We have to be careful to allow the analogy to say something true, but we have to be careful to not push the analogy into absurdity and make it say something untrue. So there is a way in which God is like a father and a way in which God is not. … In Psalm 18 we read, 
“who is a rock, except our God?”
 Well, we don’t mean that God is inanimate and not conscious. Psalm 18 is saying that God is strong, everlasting, and can be relied upon. If you stand behind a rock you are protected. If you build your house on a rock (rather than sand) it will be stable.

Apophatic theology reminds us that God is always beyond our words. Ultimately, when all analogies fail, when they are pushed to their very limit, God is not like anything but God. As Isaiah says, 
“I am God, and there is no other; I am God, and there is none like me” (Is 46:9).
 As the 4th century archbishop and theologian St. Gregory Nazianzen said, 
“It is difficult to conceive God, but to define him in words is impossible”.

Now we can’t stay there for long because then we can’t speak about God. We end up in a wordless contemplation. We need our analogies, while also recognizing their limits. I mentioned Apophatic theology. Well I want to also mention Cataphatic theology[4], which is a theology that embraces analogies. We have to use the things of creation to speak about God. God is like a rock. God is like a bridegroom. God is like a shepherd. Or, we can use less concrete analogies- God is light; God is love. We need to be able to speak about God, and to do that we need analogies.

God is so other- so transcendent- that we can lose all ability to speak about God. It is essential that God reveals God’s Self to us through the creation, otherwise it is impossible to know God. This is why the incarnation is essential. The letter to the Colossians tells us 
Jesus “is the image of the invisible God” (Col 1:15).
 God has expresses God’s self to us most perfectly through Jesus. Jesus is the dynamic image of the revelation of God. 

I tend to use masculine pronouns when it comes to God because that is the scriptural language, but that doesn't mean I'm not very aware of the limitations of the analogy. If we drift too far from the language of the Bible, however, I think we cause more problems than we solve, theologically. I tend to side with theologian David Yeago who has said, 
"If feminist concerns can only be received in the Church against the grain of the biblical texts, there is every reason to think that feminism will lose out. Any reform of Christian language that requires that we censor or discredit persistent features of the Bible's discourse will always be artificial, fragile, of severely limited effectiveness and extremely doubtful survival value. ... In the long run, then, the Christian Church throughout the world will read the Bible and learn its talk of God from the Bible, skillfully or ineptly. Surely it would be better, even on sheerly pragmatic grounds, to embrace important feminist concerns from within a credible reading of the Bible, rather than getting embroiled in a struggle against the Bible." (The Apostolic Faith, Unpublished).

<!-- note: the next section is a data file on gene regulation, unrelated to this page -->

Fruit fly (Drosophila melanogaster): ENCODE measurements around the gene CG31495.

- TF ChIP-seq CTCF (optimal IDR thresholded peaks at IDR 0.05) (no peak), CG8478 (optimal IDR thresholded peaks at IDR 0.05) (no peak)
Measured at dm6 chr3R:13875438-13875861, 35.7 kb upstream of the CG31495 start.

I do want to come back to the original feminist motivation behind the question. This is important and deserves much more time than we are going to give here. The role of women in the church has been incredibly important from the very beginning and that role has often been suppressed and not celebrated. 
For example, in Romans 16:7 
“Greet Andronicus and Junia, my relatives who were in prison with me; they are prominent among the apostles, and they were in Christ before I was.”
 "Junia" is a woman’s name, and Paul says she is not just an apostle, but prominent among them. She has not been spoken of much, and recent scholarship has found that in her name had been transformed to make it appear male even though it was not a known male name in the ancient world. Her name and status as an apostle of the early church was suppressed. John Chrysostom (around 344AD) said this about her, 
“To be an apostle is something great. But to be outstanding among the apostles- just think what a wonderful song of praise that is! They were outstanding on the basis of their works and virtuous actions. Indeed, how great the wisdom of this woman must have been that she was even deemed worthy of the title of apostle”.[5]

Some scholarship has shown that cultural understandings can drastically change the meaning of some of the more difficult passages of the letters of the New Testament having to do with women. For example, knowing that worship in some places may have been conducted in a more formal language that was usually known by men, but not women, may have had something to do with comments about instructing bored women to quiet their chatting down during the long sermon they couldn’t understand. Or, perhaps it would be helpful to know that in Ephesus the cult of the goddess Artemis was dominated by women and trying to create ordered worship when women were used to dominating worship might include instructions that would be understood very differently without that cultural backdrop. Paul even instructs women on proper dress while praying and prophesying in worship in 1 Cor 11:2-11, which wouldn’t make sense if women were expected to be perpetually silent.